January 7, 2004

Artaud would have approved. When you mix a full moon with a new year, an Armenian Italian accordian player doing renditions of Hungarian gypsy music, a Georgian alien with a light-weight drinker who did not have dinner that day.... .

... people clap....

... and dance...

... and end up on the floor.

Joel surveys the results of his labour.

December 10, 2003

Ode to the Foot. Janet Noade composes a peice on piano for this last session of 2003.

Ally Cat Crawford documents Janet, though not as intently as she will in later sessions.

In background, Bill Richardson. I met Bill sitting outside of the HAG the previous performance. His two beautiful white dogs charmed me utterly, and that lead him to ask what was up with my line. One thing led to another....

....and the day they broadcast his interview of me on Richardson's Roundup, BC Ferries went on strike. I did hear from folks in other provinces that they had listened in.

November 19, 2003 LIVE

This was a special edition - also included in the program of LIVE Biennial of Performance Art - the third of Vancouver's loosely defined festival.

Heightened sensation due to the sheer number of people, or due to the stakes? Hard to konw, now, but it looks as though Christine had her doubts.

Ron Tran (former classmate), David Young (LIVE festival director) and Denise Sheppard (music critic and activist), amongst others, look on.

The fabulous Heather Kennedy. I am still in shock that she attended, and loved having her there. Never underestimate people's capacity to appreciate and understand performance art.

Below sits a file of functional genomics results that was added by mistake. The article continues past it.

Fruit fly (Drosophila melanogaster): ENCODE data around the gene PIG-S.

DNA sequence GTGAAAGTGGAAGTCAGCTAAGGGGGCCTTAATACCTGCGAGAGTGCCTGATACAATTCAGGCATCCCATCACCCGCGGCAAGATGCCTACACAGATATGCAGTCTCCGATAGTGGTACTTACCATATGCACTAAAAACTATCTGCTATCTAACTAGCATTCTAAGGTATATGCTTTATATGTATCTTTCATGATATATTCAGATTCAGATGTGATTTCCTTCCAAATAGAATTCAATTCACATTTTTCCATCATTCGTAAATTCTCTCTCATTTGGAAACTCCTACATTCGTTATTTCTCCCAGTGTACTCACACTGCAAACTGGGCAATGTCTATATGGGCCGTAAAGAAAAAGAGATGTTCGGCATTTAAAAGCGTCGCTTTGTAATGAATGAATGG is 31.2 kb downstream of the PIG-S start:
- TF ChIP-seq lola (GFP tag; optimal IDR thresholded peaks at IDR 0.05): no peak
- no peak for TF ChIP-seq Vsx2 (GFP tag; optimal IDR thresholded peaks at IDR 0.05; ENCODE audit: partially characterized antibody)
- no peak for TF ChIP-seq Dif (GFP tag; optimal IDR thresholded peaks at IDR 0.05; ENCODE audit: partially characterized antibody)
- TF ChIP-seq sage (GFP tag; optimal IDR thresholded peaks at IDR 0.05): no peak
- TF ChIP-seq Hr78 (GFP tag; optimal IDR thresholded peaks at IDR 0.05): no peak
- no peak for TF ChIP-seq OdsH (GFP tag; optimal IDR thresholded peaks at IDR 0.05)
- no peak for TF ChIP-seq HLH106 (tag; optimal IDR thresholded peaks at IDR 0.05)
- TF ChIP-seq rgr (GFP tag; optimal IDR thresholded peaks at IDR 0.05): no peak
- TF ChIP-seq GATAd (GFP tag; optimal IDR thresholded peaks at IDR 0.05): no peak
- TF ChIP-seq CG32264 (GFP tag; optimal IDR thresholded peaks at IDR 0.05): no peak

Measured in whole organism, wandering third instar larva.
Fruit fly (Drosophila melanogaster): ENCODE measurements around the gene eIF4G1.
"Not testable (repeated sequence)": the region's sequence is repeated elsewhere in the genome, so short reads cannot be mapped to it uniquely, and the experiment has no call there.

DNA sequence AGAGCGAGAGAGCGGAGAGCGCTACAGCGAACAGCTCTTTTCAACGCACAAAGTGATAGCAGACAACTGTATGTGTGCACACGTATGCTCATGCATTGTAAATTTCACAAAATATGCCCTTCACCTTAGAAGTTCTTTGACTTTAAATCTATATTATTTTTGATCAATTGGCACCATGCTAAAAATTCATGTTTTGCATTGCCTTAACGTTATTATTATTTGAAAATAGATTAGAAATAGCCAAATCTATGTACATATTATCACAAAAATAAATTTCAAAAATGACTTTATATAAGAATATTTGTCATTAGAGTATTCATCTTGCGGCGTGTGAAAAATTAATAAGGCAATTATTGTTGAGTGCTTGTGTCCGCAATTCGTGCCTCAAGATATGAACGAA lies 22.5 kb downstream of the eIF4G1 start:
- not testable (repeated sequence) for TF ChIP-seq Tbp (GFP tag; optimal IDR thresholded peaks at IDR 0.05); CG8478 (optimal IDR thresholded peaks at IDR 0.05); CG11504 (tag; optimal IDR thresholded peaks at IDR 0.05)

Maya Suess greets and comforts.

Randy Lee Cutler, Erica Stocking and Ron Tran ruminate afterwards. Randy played an excellent devil's advocate to this work - she pointed me to Artaud, Marina Abramovic and Phaidon's collection on art and spirituality - crucial to understanding my relationship to this peice.

October 15, 2003

I welcomed people to this session, known as 'the bridge', with a definate sense of humour.

Strategically placed sticky cloth kept this session g-rated. Penelope Mulligan likened the atmosphere to that of childbirth with midwife, (with a lot less blood and no full nudity).

To lighten things up, I made a colouring book in advance, which was used to great effect by the audience.

I had implicit trust of Teresa before, but this sealed the deal.

The 100% most painful moment in the entire series - over the pubic bone.

The incomprable Gretchen Elsner played free form viola in one of the most contemporary musical expressions during the run.

My connection with my musicians was at times palpable, others not as much. This one was a stand out.

Not long now, and my anticipation is evident.

By this point a surprising fact came to light - I had regulars who attended. It was unexpected but welcome. Seen here, Sarah Hunter and Shawn Robinson who each attended at least four, look on with Lisa Grey and Penelope Mulligan.